Escapism has always played a large role in cinema. Whether it be the latest installments in franchises like Fast and the Furious, Transformers or the latest superhero flick, studios aren’t shy about loading down on fantasy during the spring and summer months. So, it was rather refreshing to see Beatriz at Dinner serve up wonderfully dark comedy for the current socio-political climate.

Miguel Arteta directed this parable written by Mike White. They worked together previously when Arteta directed some episodes of White’s TV show Enlightened, back in 2011. He clearly understands White’s narrative style and funneled the film through the lens of the main character Beatriz, drawing clear lines in the sand. As something of a loner, her dialogue was saturated with character nuance that is mostly overlooked until confrontation becomes the main course. This is the kind of script that demands skillful execution and that is evidenced by the performances in the film.

This film is undoubtedly carried by a great cast. Joanna Colbert and Meredith Tucker wrangled a very skilled group of complementary actors who brought a simple dinner party to life. At the head of the class is Salma Hayek as Beatriz, a spiritual, holistic healer and masseuse who basically winds up at a client’s dinner party as a courtesy. She was spectacular in this film and displayed a surprisingly pleasant singing voice. Grace and poise stand firm as pillars of her style as she brought a substantial level of empathy and humanity to the character as well, likely positioning herself for Best Actress consideration when awards season rolls around. Her joust partner for this film is the wonderful John Lithgow, as real estate Doug Strutt. Oozing elitism, he’s arrogant, sexist and racist…and generally an all around asshole. Lithgow’s liquid mastery of comedy and tragedy makes him the perfect foil, effortlessly navigating between disarming charisma and smug condescension. He stands in firm opposition to Beatriz and her bleeding heart in every way, setting off the primary conflict which engulfs the dinner while the other guests are reduced to hapless spectators.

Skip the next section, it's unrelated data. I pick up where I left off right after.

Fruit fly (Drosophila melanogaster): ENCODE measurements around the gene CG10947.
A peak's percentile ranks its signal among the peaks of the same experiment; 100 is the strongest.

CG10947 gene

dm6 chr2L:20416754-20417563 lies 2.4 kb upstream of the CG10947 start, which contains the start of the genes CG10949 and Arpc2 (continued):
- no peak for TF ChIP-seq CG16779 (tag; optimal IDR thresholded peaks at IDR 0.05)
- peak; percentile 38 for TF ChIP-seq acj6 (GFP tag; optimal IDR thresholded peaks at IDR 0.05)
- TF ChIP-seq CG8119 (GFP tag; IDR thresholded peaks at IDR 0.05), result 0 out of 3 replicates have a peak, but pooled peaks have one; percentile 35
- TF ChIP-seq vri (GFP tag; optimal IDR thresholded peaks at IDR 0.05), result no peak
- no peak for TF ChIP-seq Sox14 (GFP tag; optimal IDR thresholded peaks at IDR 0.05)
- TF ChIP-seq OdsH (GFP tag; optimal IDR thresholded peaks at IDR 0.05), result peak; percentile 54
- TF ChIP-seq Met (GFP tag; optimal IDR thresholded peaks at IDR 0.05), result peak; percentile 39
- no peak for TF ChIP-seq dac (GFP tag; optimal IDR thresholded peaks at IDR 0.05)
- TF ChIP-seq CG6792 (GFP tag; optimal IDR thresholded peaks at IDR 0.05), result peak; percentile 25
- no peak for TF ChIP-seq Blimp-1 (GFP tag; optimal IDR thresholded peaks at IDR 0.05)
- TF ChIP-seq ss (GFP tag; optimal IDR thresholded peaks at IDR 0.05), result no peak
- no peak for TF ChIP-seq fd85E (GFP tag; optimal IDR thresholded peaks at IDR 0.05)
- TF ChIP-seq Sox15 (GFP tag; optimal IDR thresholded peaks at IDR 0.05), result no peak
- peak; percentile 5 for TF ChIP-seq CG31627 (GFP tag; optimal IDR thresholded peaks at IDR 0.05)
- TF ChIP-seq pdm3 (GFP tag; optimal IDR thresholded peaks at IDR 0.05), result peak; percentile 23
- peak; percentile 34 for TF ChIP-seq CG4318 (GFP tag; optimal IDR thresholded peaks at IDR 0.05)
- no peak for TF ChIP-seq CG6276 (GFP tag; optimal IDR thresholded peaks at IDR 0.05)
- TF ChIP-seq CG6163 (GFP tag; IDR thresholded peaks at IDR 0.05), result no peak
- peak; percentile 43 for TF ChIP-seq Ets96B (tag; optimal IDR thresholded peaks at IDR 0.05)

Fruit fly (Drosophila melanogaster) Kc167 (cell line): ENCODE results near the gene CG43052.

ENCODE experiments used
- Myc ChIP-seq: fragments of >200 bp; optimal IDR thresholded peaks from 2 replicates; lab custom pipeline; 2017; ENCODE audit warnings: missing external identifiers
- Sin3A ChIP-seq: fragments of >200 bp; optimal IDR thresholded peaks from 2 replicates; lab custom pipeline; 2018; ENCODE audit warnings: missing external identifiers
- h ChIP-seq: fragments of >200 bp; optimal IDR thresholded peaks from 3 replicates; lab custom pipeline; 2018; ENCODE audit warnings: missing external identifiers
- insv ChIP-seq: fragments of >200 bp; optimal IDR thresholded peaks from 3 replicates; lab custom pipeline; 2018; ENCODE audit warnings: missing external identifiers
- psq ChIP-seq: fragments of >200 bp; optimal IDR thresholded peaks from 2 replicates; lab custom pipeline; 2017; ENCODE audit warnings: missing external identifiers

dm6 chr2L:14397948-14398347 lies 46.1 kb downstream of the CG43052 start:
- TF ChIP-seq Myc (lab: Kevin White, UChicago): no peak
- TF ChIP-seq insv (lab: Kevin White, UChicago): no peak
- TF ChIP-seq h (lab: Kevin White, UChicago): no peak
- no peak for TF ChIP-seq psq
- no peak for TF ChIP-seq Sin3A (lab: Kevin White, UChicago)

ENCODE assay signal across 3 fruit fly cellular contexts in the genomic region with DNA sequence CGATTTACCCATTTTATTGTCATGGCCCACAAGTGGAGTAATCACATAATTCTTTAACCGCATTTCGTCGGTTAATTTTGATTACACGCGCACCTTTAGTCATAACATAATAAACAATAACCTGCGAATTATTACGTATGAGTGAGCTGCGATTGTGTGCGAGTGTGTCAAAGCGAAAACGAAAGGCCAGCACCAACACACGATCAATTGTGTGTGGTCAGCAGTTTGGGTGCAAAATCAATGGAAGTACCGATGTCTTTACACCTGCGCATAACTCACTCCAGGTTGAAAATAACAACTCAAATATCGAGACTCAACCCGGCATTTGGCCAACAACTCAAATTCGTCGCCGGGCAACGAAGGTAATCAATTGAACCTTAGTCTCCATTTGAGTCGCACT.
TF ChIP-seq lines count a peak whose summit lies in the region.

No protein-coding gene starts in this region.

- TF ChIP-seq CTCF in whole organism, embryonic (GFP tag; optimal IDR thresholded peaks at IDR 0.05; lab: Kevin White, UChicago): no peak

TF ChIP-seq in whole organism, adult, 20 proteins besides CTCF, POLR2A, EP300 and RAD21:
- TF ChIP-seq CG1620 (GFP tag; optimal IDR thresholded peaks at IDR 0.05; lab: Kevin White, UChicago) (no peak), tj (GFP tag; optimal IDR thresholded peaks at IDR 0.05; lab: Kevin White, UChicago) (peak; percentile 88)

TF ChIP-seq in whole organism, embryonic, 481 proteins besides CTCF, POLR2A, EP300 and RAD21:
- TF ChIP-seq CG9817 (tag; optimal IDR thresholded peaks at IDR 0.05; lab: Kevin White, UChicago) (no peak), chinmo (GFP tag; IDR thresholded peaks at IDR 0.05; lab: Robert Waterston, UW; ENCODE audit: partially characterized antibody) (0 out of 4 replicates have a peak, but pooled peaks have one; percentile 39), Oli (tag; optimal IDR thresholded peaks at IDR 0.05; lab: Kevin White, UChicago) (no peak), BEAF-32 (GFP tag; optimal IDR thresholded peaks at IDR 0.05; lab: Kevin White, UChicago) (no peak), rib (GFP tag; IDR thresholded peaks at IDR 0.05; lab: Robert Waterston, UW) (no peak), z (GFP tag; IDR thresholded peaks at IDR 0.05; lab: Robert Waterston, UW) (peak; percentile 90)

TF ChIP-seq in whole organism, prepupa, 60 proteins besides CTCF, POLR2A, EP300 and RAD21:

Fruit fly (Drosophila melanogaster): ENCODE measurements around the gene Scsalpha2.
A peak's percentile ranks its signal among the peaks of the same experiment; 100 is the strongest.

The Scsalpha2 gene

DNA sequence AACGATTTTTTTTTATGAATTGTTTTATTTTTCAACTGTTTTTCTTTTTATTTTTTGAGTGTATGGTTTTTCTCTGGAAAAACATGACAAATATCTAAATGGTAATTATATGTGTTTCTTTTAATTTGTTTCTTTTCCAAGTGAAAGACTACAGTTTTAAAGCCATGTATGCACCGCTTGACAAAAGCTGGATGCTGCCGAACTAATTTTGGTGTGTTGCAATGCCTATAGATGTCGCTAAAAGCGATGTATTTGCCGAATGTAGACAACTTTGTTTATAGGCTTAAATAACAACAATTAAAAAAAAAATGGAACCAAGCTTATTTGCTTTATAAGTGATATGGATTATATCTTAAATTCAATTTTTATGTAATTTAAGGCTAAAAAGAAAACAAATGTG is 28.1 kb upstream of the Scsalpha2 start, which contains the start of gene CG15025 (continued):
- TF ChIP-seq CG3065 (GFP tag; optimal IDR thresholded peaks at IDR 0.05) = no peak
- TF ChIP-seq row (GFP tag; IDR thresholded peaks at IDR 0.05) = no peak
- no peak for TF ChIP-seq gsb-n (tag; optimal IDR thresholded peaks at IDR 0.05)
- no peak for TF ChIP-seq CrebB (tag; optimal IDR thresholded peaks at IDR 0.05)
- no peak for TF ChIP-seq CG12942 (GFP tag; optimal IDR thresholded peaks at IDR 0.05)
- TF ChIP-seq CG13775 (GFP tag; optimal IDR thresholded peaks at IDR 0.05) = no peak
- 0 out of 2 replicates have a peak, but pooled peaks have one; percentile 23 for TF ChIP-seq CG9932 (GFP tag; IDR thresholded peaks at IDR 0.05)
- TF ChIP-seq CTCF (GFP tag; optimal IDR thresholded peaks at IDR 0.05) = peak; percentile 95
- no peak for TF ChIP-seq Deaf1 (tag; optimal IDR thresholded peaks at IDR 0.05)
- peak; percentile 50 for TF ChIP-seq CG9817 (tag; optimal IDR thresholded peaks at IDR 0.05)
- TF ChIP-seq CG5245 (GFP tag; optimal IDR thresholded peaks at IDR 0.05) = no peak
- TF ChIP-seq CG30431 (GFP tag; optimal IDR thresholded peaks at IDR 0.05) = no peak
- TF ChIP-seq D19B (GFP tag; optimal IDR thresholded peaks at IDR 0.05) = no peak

The rest of the characters are mostly broad stroke representations of upper-class socialites with no desire to take a stance on either side of the argument. That being said, the supporting cast    really nailed those roles. Connie Britton is marvelously obtuse as Cathy, a long time client and “friend” of Beatriz. Her lack of any genuine investment in Beatriz is sadly authentic and not at all surprising, but Britton hit it on the head. David Warshofsky plays a pitch perfect asshole as her husband Grant. His eagerness to kiss Doug’s ass at every opportunity is truly sickening but fits the bill. Amy Landecker plays Jeana, Melania to Doug’s Trump, with marked enthusiasm. Chloe Sevigny and Jay Duplass round out the primary cast as Shannon and Alex respectively, social climbers looking to take advantage of the situation. They brought just the right amount of youthful exuberance to the otherwise venerable dinner crew and seemingly had a blast doing so.

This movie really, really wanted to be a sharp and poignant work of social commentary. Instead it settles for a more cursory approach. The character modelling of Beatriz and Doug is obviously targeted, but ultimately the messaging falls flat. While the film engages in a conversation that is worth having, it lacks any kind of practical or reasonable conclusion. There is no concrete moral to the story which leaves the audience holding the bag. Although the tactic is likely intentional, given the context of the film, it still leaves the audience with an empty feeling.

Recommendation: I think both sides of the political spectrum can appreciate certain aspects of this film while those in the middle should appreciate the quality regardless, but it isn’t going to be for everyone though. It’s slow, borderline boring if you’re not there for the right reasons. Taking the kids to see this on 4th of July weekend is definitely not a good investment. If you’re looking to beat the heat and know what you’re getting into, this movie can be enjoyable.

Grade: C+